Bumps and bruises: Saturday’s game proved to be a black-and-blue battle between two of the Big Ten’s more physical football teams.

A steady stream of Hawkeyes were helped off the field, although coach Kirk Ferentz said after the 26-14 loss that none of the injuries were overly significant.

Receiver Kevonte Martin-Manley and defensive end Dominic Alvis sat out the entire second half after suffering upper leg injuries during the first two quarters, while running back Mark Weisman, offensive tackle Brandon Scherff and linebacker James Morris returned to action after suffering minor setbacks.

Linebacker Christian Kirksey limped off late in the game as well, but was running on the sidelines shortly before the game ended although he did not return to action.

Weisman was held to a season-low nine yards on seven carries and Martin-Manley did not catch a pass for the first time in 24 games.

“I think both of them are fine,’’ Ferentz said. “They could not play effectively, but neither has anything that should be an issue long term.’’

Coming of age: Michigan State quarterback Connor Cook didn’t expect to attempt 44 passes against Iowa, but the sophomore felt comfortable in doing so as part of a 277-yard passing performance in the first Big Ten start of his career.

“I felt like I did a much better job of trusting my offensive line, trusting myself and my reads, than I did in my first road start (two weeks earlier) at Notre Dame,’’ Cook said. “I feel like I took a step forward.’’

Cook connected nine times with Bennie Fowler, whose 92 receiving yards included a 37-yard pass play which resulted in the only touchdown either team scored in the second half.

“For making his first conference start, he stepped up and made some plays and you have to tip your hat to him,’’ Iowa safety Tanner Miller said. “You could sense that he gained confidence as the game went on.’’

Feast, and famine: Iowa cornerback B.J. Lowery is looking for middle ground.

Lowery got burnt more than once Saturday as the Spartans — held to 135 rushing yards by Iowa — found success through the air.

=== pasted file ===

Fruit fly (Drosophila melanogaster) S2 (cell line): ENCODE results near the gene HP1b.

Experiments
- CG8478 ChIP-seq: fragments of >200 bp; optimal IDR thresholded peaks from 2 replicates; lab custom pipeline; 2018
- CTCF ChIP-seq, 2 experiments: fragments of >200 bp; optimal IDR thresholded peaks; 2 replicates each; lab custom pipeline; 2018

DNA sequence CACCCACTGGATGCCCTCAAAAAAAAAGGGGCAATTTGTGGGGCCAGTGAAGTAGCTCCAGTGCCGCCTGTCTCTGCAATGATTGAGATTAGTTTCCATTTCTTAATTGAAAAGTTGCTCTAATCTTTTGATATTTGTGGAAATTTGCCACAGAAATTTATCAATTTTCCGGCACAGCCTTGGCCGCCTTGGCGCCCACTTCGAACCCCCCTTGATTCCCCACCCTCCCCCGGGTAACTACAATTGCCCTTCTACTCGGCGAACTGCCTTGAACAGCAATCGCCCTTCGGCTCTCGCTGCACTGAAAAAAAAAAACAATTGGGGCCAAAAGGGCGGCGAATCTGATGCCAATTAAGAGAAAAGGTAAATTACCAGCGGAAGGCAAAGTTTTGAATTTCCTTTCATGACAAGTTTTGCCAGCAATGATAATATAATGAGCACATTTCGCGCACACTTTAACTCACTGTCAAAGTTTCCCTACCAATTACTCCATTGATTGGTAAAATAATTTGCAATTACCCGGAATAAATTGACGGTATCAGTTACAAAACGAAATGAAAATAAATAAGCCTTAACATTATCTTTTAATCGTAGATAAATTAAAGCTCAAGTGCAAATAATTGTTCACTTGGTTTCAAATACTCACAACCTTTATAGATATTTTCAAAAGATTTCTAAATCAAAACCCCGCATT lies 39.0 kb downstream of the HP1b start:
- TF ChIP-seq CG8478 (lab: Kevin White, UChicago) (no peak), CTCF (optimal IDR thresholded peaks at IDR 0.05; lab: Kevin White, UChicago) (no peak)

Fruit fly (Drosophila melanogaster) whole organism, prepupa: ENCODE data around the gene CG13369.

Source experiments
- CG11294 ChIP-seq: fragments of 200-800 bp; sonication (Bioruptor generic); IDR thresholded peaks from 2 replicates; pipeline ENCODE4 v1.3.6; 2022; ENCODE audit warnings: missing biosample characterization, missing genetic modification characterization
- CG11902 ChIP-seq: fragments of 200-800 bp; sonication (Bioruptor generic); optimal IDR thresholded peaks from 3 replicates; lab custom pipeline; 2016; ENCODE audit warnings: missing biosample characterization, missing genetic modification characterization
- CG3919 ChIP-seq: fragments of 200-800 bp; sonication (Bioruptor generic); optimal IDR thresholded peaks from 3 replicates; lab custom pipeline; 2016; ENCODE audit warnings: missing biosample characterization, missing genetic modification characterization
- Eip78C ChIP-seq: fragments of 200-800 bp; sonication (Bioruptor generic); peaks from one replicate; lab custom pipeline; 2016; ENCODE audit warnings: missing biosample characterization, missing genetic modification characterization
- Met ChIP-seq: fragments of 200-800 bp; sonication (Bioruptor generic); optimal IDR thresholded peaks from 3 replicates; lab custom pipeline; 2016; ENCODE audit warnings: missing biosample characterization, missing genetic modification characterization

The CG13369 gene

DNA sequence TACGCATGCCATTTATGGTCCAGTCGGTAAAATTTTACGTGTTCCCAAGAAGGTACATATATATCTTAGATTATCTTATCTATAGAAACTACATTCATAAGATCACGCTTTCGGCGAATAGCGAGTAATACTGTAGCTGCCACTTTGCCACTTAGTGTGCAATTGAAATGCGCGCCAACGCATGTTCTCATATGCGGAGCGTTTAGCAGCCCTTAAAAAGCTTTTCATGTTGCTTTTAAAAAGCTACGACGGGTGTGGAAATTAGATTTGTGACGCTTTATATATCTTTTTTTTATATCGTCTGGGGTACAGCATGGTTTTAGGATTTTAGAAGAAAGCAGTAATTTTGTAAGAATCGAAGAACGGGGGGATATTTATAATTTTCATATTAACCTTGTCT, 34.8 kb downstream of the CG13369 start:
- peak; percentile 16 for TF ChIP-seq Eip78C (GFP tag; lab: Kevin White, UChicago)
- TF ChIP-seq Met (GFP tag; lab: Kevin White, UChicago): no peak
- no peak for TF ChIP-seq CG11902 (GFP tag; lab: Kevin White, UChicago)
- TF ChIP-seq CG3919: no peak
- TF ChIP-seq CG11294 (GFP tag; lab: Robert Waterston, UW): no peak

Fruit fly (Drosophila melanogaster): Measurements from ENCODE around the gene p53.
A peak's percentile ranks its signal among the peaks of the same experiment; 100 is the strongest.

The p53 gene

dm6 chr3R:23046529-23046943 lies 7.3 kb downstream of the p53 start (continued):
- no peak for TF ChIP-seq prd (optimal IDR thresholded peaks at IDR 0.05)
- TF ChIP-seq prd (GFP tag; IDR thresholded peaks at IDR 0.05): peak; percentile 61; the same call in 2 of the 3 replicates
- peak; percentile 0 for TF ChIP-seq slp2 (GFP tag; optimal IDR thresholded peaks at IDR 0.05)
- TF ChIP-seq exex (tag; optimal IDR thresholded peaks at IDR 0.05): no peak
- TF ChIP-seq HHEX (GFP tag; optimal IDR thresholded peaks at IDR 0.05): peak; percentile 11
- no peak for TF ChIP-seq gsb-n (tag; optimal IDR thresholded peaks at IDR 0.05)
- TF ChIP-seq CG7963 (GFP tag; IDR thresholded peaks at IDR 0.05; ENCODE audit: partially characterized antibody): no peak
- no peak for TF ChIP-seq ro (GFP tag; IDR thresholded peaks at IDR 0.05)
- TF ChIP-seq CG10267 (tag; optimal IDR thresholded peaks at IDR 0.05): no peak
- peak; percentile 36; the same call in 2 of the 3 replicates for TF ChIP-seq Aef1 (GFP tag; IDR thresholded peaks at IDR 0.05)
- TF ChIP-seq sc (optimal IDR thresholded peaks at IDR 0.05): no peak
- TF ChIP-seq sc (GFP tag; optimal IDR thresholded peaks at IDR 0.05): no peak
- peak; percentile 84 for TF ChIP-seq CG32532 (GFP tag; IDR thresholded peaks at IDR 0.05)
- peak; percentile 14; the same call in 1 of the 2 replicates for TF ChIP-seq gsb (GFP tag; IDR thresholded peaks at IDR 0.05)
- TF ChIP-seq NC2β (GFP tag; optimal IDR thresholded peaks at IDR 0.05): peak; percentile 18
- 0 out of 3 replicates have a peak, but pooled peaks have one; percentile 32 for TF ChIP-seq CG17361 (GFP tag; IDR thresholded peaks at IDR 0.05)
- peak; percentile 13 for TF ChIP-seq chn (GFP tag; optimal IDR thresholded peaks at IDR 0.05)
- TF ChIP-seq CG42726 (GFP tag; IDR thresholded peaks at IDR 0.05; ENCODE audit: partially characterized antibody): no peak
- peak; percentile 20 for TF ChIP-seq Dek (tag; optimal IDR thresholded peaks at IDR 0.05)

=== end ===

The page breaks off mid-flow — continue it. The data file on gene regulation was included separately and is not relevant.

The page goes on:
“You have to stay with it,’’ Lowery said. “The consistency, it will come over time. We all gave up some plays we’d like to have back, but we keep working and keep practicing and that is the main thing. We have to keep at it.’’

Surprise party: Michigan State did surprise Ferentz in one respect, and it had nothing to do with the fake punt the Spartans executed.

The Iowa coach was somewhat surprised with how often MSU threw the ball.

“I say that with all due respect, but their quarterback is not as experienced, not that our guy is, either, but (Cook) played a really good game,’’ Ferentz said. “You have to give them credit. He did a really nice job, made good decisions, protected the ball pretty well.’’

Deep threat: Damon Bullock’s 47-yard touchdown reception in the second quarter was the longest reception of the junior’s career, coming as part of a 26-of-46 passing performance by Jake Rudock which covered 241 yards.

“It was good to be able to make a play,’’ Bullock said. “There weren’t a lot of holes open today. They played real solid defense and it felt good to get open and have a chance to do something with it.’’

Bullock finished with five catches for 71 yards — an effort topped only by the career-best six catches by Tevaun Smith — and his touchdown catch was the longest play allowed by Michigan State this season.

Picking his spots: Michigan State’s Darqueze Dennard recorded his first two interceptions of the season against Iowa and also led the Spartans with eight tackles.

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The picks thrown by Jake Rudock, answered only by Jame Morris’ third interception of the year for Iowa, left the Hawkeyes on the short end of the turnover count for the second time this season.

Iowa has lost both of those games.

Flags flying: Michigan State was penalized eight times for 70 yards, while Iowa played a comparatively clean game. The Hawkeyes were whistled for three penalties, including a 15-yard unsportsmanlike conduct penalty on the bench when part of an assistant’s headset flew onto the field after breaking.

“Half of it ended up out there,’’ Ferentz said. “He did not throw it. Kind of fitting with the game.’’

Plenty of punts: Iowa and Michigan State combined to punt the ball away 13 times Saturday, just about average when the teams have met in recent seasons.

The Hawkeyes and Spartans had averaged 12.7 punts in the previous six games between the teams since Mark Dantonio arrived in East Lansing. Both Iowa’s Connor Kornbrath and Michigan State’s Mike Sadler averaged more than 44 yards per punt Saturday.

Managing a return: Houston Astros manager Bo Porter, a former Iowa football and baseball player, was the honorary captain for Saturday’s homecoming game, joining Henry and Patricia Tippie among pregame honorees on the field.

Taking a look: Representatives from two bowls, the Houston-based Meineke Car Care Bowl of Texas and the Capital One Bowl in Orlando, were in attendance Saturday.

— Steve Batterson